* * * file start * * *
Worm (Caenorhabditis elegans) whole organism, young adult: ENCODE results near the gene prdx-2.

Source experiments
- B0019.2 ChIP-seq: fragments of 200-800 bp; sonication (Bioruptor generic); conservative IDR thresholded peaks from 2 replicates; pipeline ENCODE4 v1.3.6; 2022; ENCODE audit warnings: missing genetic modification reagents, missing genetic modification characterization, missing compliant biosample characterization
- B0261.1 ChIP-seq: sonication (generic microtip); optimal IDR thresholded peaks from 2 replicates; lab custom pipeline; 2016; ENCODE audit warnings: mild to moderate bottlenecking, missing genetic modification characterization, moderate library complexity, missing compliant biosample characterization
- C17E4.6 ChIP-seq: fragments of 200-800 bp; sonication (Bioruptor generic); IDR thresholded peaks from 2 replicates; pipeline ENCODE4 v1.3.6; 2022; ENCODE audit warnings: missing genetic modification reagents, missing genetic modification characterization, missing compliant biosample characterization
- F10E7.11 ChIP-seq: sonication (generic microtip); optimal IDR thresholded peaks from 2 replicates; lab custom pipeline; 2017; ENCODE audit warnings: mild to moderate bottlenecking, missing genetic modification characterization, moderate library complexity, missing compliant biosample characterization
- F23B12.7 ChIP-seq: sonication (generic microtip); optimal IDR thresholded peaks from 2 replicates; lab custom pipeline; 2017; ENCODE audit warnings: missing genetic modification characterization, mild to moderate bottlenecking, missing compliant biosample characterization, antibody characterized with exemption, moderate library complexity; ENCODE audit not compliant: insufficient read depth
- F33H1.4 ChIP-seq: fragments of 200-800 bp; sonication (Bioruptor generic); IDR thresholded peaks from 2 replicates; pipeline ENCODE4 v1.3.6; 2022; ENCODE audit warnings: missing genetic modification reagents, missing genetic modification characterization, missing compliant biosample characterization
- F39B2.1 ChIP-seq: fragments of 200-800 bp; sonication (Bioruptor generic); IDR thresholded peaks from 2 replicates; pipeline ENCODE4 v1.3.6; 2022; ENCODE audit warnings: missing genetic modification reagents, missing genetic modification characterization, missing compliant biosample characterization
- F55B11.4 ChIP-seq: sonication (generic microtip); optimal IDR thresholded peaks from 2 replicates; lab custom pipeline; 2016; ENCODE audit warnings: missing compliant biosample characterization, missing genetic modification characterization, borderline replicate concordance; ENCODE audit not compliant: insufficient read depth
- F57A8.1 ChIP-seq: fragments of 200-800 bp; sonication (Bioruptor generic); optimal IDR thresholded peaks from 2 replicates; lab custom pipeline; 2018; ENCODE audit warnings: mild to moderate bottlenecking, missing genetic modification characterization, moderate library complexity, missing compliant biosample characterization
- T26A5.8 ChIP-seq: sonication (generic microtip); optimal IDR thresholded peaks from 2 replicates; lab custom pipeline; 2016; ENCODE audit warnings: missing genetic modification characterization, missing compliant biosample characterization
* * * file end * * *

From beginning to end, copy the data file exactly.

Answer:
Worm (Caenorhabditis elegans) whole organism, young adult: ENCODE results near the gene prdx-2.

Source experiments
- B0019.2 ChIP-seq: fragments of 200-800 bp; sonication (Bioruptor generic); conservative IDR thresholded peaks from 2 replicates; pipeline ENCODE4 v1.3.6; 2022; ENCODE audit warnings: missing genetic modification reagents, missing genetic modification characterization, missing compliant biosample characterization
- B0261.1 ChIP-seq: sonication (generic microtip); optimal IDR thresholded peaks from 2 replicates; lab custom pipeline; 2016; ENCODE audit warnings: mild to moderate bottlenecking, missing genetic modification characterization, moderate library complexity, missing compliant biosample characterization
- C17E4.6 ChIP-seq: fragments of 200-800 bp; sonication (Bioruptor generic); IDR thresholded peaks from 2 replicates; pipeline ENCODE4 v1.3.6; 2022; ENCODE audit warnings: missing genetic modification reagents, missing genetic modification characterization, missing compliant biosample characterization
- F10E7.11 ChIP-seq: sonication (generic microtip); optimal IDR thresholded peaks from 2 replicates; lab custom pipeline; 2017; ENCODE audit warnings: mild to moderate bottlenecking, missing genetic modification characterization, moderate library complexity, missing compliant biosample characterization
- F23B12.7 ChIP-seq: sonication (generic microtip); optimal IDR thresholded peaks from 2 replicates; lab custom pipeline; 2017; ENCODE audit warnings: missing genetic modification characterization, mild to moderate bottlenecking, missing compliant biosample characterization, antibody characterized with exemption, moderate library complexity; ENCODE audit not compliant: insufficient read depth
- F33H1.4 ChIP-seq: fragments of 200-800 bp; sonication (Bioruptor generic); IDR thresholded peaks from 2 replicates; pipeline ENCODE4 v1.3.6; 2022; ENCODE audit warnings: missing genetic modification reagents, missing genetic modification characterization, missing compliant biosample characterization
- F39B2.1 ChIP-seq: fragments of 200-800 bp; sonication (Bioruptor generic); IDR thresholded peaks from 2 replicates; pipeline ENCODE4 v1.3.6; 2022; ENCODE audit warnings: missing genetic modification reagents, missing genetic modification characterization, missing compliant biosample characterization
- F55B11.4 ChIP-seq: sonication (generic microtip); optimal IDR thresholded peaks from 2 replicates; lab custom pipeline; 2016; ENCODE audit warnings: missing compliant biosample characterization, missing genetic modification characterization, borderline replicate concordance; ENCODE audit not compliant: insufficient read depth
- F57A8.1 ChIP-seq: fragments of 200-800 bp; sonication (Bioruptor generic); optimal IDR thresholded peaks from 2 replicates; lab custom pipeline; 2018; ENCODE audit warnings: mild to moderate bottlenecking, missing genetic modification characterization, moderate library complexity, missing compliant biosample characterization
- T26A5.8 ChIP-seq: sonication (generic microtip); optimal IDR thresholded peaks from 2 replicates; lab custom pipeline; 2016; ENCODE audit warnings: missing genetic modification characterization, missing compliant biosample characterization